What kind of Europe?

The Guardian recently hosted a debate on ‘What kind of Europe do we want?’ between writer (and Guardian columnist) Timothy Garton-Ash and Daily Telegraph editor Charles Moore. The full transcript of the debate is available in pdf format, but there’s also a shorter summary that covers most of tha min points the two made. Given that most would label Garton-Ash a ‘europhile’ and Moore a ‘eurosceptic’, it’s interesting to see that there is quite a lot of common ground between their two viewpoints.

Guardian columnist Polly Toynbee also makes similar points to Garton-Ash, addressing the problem that many of us who are ‘pro-Europe’ face – that the ‘Europe’ of our ideals is not lived up to by the EU of reality:

The limping Britain in Europe campaign now needs to reform itself into a radical anti-government voice, not the pet of ministerial patronage. Time to lay into both Brown and Blair with full euro knuckledusters. Time to attack Brussels, too, and lead the charge for reform; it will never be credible to defend the inadequate status quo.

The European idea is magnificent, but pretending that current reality matches the rhetoric only heightens scepticism.

The combination of EU expansion, the constitutional proposals and the advent of the Euro have brought us to a ‘where do we go from here?’ moment. 50 years on from Schuman and Monnet, there is now a concept of ‘Europe’ as an entity that there wasn’t back then. However, the question of what that that entity will be in practice has still not been decided (and probably never will entirely be) but the onus is now on all sides of the debate to actually think about where we’re going and how to get there.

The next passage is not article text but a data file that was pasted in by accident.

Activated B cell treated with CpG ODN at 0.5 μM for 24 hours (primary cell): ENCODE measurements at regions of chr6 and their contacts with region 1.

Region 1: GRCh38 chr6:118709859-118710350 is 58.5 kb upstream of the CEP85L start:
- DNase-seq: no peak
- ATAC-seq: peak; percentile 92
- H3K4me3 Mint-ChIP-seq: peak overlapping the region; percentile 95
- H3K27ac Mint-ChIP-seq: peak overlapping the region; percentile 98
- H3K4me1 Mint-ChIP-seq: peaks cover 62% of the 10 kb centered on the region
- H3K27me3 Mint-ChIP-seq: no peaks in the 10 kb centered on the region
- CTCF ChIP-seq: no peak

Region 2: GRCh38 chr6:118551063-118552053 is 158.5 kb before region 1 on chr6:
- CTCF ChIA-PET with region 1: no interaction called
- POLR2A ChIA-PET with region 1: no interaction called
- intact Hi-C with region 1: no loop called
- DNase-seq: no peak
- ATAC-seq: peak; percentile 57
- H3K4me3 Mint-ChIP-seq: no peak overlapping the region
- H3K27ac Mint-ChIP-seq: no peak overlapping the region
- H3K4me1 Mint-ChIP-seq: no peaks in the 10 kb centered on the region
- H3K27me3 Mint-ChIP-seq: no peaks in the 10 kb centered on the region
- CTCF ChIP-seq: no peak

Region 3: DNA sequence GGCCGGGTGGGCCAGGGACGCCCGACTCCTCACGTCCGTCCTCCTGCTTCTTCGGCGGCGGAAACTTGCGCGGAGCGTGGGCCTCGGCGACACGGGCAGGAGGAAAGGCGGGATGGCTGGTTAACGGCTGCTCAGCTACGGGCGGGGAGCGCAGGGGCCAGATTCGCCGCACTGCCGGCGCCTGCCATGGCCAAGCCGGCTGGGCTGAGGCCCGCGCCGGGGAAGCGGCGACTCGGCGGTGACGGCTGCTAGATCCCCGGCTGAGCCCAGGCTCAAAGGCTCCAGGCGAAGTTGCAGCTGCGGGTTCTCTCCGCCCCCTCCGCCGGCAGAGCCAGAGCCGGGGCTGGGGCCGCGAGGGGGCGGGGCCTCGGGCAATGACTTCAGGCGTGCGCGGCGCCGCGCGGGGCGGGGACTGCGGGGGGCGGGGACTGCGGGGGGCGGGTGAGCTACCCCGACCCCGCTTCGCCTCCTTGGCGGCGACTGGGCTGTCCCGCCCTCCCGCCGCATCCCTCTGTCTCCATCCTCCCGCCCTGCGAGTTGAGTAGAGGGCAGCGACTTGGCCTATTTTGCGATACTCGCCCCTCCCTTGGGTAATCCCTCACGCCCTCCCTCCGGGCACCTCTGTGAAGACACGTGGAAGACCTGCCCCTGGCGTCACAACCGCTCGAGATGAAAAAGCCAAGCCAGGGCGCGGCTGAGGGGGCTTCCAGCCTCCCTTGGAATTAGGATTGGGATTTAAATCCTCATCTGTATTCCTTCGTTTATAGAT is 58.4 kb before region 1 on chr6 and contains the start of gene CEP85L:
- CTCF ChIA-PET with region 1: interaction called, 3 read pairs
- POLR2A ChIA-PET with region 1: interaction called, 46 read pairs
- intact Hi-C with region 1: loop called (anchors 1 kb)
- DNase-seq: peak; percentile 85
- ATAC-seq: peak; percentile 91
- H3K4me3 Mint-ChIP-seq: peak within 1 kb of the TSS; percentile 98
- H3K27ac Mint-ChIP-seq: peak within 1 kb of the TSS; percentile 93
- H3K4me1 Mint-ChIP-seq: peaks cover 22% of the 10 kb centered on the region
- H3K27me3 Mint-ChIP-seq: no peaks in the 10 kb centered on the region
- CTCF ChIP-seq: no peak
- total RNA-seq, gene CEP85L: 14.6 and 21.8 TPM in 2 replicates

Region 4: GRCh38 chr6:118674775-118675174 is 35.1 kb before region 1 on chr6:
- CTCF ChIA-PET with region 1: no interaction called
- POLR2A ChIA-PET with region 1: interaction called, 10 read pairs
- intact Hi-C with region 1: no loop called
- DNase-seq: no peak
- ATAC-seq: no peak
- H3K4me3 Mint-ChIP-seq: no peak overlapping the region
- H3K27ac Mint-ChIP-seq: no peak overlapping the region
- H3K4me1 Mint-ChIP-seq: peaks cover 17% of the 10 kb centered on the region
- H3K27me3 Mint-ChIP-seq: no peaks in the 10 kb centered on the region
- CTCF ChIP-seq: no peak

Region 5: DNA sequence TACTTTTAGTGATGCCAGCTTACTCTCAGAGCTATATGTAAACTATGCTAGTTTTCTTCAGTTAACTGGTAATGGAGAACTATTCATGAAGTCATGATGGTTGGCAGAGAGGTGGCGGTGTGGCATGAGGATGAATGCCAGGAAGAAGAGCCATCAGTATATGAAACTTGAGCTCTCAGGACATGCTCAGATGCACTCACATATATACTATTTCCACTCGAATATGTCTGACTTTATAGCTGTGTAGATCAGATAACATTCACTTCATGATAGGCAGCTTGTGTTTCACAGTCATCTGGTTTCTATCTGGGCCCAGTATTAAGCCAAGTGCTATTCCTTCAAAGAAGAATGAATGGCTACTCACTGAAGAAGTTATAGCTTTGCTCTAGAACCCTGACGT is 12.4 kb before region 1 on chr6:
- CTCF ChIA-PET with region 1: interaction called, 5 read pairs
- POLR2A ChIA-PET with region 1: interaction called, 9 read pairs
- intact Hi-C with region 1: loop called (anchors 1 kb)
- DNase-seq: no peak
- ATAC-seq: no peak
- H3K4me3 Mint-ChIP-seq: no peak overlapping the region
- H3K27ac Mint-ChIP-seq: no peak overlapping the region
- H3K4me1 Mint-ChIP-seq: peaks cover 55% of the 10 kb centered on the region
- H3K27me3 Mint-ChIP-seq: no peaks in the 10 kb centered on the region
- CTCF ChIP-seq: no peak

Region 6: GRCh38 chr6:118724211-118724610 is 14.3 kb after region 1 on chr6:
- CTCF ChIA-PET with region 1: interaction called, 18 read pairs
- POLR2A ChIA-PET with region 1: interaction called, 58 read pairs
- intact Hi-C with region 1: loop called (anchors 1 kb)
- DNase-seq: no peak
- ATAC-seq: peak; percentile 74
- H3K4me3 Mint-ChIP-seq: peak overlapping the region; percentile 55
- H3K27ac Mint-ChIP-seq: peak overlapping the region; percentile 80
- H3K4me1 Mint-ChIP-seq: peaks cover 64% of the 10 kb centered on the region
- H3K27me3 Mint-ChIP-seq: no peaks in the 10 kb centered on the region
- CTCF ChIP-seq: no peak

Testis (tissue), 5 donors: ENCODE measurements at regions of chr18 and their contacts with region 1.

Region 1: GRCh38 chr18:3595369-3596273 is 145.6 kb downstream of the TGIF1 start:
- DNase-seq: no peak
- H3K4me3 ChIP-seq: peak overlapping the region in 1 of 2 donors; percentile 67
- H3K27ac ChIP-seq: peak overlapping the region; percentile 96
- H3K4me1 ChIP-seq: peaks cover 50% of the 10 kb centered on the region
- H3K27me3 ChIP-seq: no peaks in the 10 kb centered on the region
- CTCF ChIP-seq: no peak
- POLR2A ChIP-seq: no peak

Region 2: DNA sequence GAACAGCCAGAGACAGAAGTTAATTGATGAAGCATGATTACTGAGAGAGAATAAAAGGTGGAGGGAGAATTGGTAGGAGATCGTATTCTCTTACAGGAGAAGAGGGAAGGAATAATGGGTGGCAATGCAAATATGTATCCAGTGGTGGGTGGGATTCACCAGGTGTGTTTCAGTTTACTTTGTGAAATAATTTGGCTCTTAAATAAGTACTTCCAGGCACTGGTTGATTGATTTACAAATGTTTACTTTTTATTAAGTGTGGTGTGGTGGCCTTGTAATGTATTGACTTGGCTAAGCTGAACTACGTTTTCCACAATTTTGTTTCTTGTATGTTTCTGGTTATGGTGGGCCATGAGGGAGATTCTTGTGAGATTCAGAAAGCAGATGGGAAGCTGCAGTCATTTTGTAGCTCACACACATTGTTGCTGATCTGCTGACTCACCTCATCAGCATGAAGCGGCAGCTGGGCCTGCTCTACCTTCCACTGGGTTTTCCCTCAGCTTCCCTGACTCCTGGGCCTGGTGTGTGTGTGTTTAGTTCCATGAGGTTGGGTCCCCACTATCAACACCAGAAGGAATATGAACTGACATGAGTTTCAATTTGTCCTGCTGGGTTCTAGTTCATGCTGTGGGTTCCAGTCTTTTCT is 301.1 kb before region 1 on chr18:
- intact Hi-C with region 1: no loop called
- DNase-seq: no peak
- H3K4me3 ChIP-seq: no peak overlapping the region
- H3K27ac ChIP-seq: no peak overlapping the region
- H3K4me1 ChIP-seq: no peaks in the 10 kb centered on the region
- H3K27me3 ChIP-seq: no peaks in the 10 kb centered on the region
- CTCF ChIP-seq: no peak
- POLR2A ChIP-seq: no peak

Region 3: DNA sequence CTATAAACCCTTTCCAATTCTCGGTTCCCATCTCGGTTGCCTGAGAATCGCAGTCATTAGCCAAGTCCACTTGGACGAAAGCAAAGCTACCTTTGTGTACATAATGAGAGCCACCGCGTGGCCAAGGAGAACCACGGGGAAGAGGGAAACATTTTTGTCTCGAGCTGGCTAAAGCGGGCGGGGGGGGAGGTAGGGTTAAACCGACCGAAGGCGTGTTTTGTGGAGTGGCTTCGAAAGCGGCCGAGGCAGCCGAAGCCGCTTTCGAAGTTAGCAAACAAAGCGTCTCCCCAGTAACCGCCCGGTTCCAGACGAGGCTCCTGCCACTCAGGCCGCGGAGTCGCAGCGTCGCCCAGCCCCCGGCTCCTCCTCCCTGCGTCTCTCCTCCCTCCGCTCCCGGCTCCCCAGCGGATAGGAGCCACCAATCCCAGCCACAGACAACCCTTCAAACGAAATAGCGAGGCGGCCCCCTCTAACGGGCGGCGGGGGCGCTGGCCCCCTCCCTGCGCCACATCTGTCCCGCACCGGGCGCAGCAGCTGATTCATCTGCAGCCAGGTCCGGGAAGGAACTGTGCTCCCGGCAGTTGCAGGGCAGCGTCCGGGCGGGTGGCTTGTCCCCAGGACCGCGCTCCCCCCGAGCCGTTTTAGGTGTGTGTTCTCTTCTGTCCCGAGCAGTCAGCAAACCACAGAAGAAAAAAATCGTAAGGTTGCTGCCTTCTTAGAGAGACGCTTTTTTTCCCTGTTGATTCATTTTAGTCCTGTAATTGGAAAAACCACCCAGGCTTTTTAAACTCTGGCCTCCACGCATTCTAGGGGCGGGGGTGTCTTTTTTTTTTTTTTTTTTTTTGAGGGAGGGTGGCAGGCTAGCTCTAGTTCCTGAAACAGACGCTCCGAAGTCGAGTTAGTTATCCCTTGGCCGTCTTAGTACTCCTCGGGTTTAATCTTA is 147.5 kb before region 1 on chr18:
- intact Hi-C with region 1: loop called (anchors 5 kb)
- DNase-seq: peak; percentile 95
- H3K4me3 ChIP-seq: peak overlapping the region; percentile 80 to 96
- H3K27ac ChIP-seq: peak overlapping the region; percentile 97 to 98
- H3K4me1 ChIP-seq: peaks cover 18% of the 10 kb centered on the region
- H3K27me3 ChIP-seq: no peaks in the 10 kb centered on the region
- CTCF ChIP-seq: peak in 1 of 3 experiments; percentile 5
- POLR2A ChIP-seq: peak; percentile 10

13 thoughts on “What kind of Europe?

  1. Britain in Europe is incapable of “reforming itself into a radical anti-government voice” – BiE was explicitly ensure that the “yes” campaign would be government friendly (and not do dastardly things such as organise without Tony Blair’s explicit say so).

    The only future for such a voice in British politics is if either the European Movement begins to extricate itself from BiE (tough, given that they appear to have allowed themselves be swallowed whole now), or the Federal Union (which alienates some people for its unapologetic use of the “f” word). For either to grow, BiE needs to be killed.

  2. It was a fun debate, but I was struck by the strangeness of Charles Moore, an upper-class Etonian better known for his defence of the hereditary peerage, banging on about a (correctly perceived) lack of democracy, e.g.

    “The most difficult thing about the EU is that it has very little to do with the people.”

    I don’t think that’s his real complaint with the EU, somehow…

  3. Poly Toynbee writes: “The European idea is magnificent.” But just what is that “idea” when there manifestly isn’t a consensus in Europe as to aims, objectives or route maps.

    If there were then Fischer wouldn’t be proposing a two-speed Europe and Straw wouldn’t be taking Prodi to task for saying Sweden will lose influence in Europe for voting not to join the Eurozone.

    Remember Robespierre who wanted to create the “virtuous state”? That sounds great until we start asking how are we to decide what virtue is and then about how to achieve whatever it is. Robespierre, of course, applied a quick and decisive method of ending dissent to his vision but I was under the impression we had given up on totalitarianism in Europe for good. It seems not.

  4. The present European Union has a lack of democracy which would be healed if the Union became a federation.

    On the other hand to force this superstate upon the people isn?t democratic either.

    So its an dilemma.

  5. “Its like riding a bike”, wrote Percy Barnevik about the EU project, “either you go forward or you fall”,

    He was replied by Rolf Englund Swedish EU sceptic who stated that,” but every 5 year old knows that its very easy to stop the bike without falling, you just brake and put your foot onto the ground”.